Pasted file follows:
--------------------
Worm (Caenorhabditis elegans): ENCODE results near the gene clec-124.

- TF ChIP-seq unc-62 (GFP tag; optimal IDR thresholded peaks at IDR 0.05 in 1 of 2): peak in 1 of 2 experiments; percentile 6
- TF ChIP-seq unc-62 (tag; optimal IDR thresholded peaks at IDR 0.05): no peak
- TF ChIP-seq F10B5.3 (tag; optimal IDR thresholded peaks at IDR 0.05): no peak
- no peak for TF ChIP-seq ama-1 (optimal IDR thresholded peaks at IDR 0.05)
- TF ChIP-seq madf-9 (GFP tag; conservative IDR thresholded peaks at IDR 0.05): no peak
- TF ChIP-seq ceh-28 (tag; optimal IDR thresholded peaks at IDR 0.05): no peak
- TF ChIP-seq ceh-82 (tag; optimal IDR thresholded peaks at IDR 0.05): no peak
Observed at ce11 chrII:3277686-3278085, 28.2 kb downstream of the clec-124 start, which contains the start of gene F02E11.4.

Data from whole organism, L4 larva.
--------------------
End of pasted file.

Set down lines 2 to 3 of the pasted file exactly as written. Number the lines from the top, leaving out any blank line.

- TF ChIP-seq unc-62 (GFP tag; optimal IDR thresholded peaks at IDR 0.05 in 1 of 2): peak in 1 of 2 experiments; percentile 6
- TF ChIP-seq unc-62 (tag; optimal IDR thresholded peaks at IDR 0.05): no peak